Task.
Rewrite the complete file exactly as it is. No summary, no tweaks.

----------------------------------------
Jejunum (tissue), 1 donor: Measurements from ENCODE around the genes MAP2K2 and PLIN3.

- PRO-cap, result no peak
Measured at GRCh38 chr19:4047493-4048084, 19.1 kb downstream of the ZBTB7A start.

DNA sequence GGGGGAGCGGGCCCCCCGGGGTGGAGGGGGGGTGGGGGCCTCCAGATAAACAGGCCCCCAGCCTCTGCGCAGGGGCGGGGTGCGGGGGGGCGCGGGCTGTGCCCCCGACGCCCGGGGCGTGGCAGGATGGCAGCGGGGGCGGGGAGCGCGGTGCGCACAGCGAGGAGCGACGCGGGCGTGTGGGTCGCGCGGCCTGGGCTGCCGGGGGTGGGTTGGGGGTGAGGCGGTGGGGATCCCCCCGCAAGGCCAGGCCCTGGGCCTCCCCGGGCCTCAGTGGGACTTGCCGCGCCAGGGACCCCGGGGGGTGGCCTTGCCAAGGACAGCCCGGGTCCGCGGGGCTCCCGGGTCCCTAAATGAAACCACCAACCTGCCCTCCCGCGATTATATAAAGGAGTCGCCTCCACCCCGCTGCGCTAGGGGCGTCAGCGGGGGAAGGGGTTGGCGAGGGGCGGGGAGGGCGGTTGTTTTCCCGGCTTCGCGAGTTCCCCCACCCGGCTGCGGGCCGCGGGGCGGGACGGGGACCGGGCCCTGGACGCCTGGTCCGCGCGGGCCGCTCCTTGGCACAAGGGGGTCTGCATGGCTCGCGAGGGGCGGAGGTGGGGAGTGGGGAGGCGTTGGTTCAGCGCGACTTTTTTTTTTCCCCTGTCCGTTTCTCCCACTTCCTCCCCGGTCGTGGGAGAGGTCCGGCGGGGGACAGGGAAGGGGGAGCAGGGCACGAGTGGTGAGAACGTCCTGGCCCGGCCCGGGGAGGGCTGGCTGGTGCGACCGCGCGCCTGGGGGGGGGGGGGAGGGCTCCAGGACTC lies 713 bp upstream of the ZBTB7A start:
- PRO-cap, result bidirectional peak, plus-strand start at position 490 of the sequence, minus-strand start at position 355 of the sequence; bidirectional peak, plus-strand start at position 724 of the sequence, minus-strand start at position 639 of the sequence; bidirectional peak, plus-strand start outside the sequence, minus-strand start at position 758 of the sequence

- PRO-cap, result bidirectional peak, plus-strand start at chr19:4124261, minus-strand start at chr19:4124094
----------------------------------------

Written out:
Jejunum (tissue), 1 donor: Measurements from ENCODE around the genes MAP2K2 and PLIN3.

- PRO-cap, result no peak
Measured at GRCh38 chr19:4047493-4048084, 19.1 kb downstream of the ZBTB7A start.

DNA sequence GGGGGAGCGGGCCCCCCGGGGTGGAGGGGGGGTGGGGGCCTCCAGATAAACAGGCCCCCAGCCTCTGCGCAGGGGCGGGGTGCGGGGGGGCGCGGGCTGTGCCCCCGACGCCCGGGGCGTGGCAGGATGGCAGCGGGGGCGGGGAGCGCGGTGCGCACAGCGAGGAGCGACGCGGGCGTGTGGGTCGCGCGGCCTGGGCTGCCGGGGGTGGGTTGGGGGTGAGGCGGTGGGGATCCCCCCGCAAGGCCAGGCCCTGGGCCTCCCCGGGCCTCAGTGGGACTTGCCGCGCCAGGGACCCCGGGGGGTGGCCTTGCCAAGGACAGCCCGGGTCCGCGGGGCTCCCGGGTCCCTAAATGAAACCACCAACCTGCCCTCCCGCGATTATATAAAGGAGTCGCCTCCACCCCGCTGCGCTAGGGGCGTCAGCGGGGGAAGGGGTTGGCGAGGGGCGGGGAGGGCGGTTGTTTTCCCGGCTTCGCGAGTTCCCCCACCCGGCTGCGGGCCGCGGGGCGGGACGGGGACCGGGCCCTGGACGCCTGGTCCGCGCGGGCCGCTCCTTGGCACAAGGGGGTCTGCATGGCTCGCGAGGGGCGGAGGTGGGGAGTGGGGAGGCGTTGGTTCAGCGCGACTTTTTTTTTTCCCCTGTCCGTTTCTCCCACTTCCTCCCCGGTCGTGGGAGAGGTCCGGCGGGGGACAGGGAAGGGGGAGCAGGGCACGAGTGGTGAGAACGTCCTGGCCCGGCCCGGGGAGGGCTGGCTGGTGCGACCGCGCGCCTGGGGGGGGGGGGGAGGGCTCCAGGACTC lies 713 bp upstream of the ZBTB7A start:
- PRO-cap, result bidirectional peak, plus-strand start at position 490 of the sequence, minus-strand start at position 355 of the sequence; bidirectional peak, plus-strand start at position 724 of the sequence, minus-strand start at position 639 of the sequence; bidirectional peak, plus-strand start outside the sequence, minus-strand start at position 758 of the sequence

- PRO-cap, result bidirectional peak, plus-strand start at chr19:4124261, minus-strand start at chr19:4124094